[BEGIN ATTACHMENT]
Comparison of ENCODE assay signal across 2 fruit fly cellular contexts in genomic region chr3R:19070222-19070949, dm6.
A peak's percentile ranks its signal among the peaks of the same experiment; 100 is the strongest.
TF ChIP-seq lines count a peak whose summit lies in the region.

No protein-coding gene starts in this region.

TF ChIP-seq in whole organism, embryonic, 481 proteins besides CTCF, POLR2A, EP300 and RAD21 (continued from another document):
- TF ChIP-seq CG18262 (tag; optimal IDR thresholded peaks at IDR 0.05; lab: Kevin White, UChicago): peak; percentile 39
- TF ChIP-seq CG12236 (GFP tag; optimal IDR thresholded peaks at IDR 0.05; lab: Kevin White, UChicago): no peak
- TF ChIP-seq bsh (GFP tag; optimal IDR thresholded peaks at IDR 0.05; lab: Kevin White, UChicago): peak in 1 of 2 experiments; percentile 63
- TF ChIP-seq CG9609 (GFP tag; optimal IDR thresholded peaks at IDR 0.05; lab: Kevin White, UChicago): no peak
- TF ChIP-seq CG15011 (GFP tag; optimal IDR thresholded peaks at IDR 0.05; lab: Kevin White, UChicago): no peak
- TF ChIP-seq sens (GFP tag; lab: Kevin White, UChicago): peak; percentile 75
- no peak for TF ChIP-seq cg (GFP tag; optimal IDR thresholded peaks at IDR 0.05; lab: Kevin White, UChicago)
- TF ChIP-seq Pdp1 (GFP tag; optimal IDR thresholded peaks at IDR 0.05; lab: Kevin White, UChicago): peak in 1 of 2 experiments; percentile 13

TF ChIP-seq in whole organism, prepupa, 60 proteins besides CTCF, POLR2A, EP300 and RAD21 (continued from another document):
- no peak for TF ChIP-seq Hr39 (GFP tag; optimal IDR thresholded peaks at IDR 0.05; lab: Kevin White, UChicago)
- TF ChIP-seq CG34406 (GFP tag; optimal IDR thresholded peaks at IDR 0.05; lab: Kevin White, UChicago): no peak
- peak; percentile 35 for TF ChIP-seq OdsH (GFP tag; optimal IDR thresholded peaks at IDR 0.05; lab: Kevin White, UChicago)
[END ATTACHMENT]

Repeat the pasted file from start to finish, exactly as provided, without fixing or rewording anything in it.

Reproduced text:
Comparison of ENCODE assay signal across 2 fruit fly cellular contexts in genomic region chr3R:19070222-19070949, dm6.
A peak's percentile ranks its signal among the peaks of the same experiment; 100 is the strongest.
TF ChIP-seq lines count a peak whose summit lies in the region.

No protein-coding gene starts in this region.

TF ChIP-seq in whole organism, embryonic, 481 proteins besides CTCF, POLR2A, EP300 and RAD21 (continued from another document):
- TF ChIP-seq CG18262 (tag; optimal IDR thresholded peaks at IDR 0.05; lab: Kevin White, UChicago): peak; percentile 39
- TF ChIP-seq CG12236 (GFP tag; optimal IDR thresholded peaks at IDR 0.05; lab: Kevin White, UChicago): no peak
- TF ChIP-seq bsh (GFP tag; optimal IDR thresholded peaks at IDR 0.05; lab: Kevin White, UChicago): peak in 1 of 2 experiments; percentile 63
- TF ChIP-seq CG9609 (GFP tag; optimal IDR thresholded peaks at IDR 0.05; lab: Kevin White, UChicago): no peak
- TF ChIP-seq CG15011 (GFP tag; optimal IDR thresholded peaks at IDR 0.05; lab: Kevin White, UChicago): no peak
- TF ChIP-seq sens (GFP tag; lab: Kevin White, UChicago): peak; percentile 75
- no peak for TF ChIP-seq cg (GFP tag; optimal IDR thresholded peaks at IDR 0.05; lab: Kevin White, UChicago)
- TF ChIP-seq Pdp1 (GFP tag; optimal IDR thresholded peaks at IDR 0.05; lab: Kevin White, UChicago): peak in 1 of 2 experiments; percentile 13

TF ChIP-seq in whole organism, prepupa, 60 proteins besides CTCF, POLR2A, EP300 and RAD21 (continued from another document):
- no peak for TF ChIP-seq Hr39 (GFP tag; optimal IDR thresholded peaks at IDR 0.05; lab: Kevin White, UChicago)
- TF ChIP-seq CG34406 (GFP tag; optimal IDR thresholded peaks at IDR 0.05; lab: Kevin White, UChicago): no peak
- peak; percentile 35 for TF ChIP-seq OdsH (GFP tag; optimal IDR thresholded peaks at IDR 0.05; lab: Kevin White, UChicago)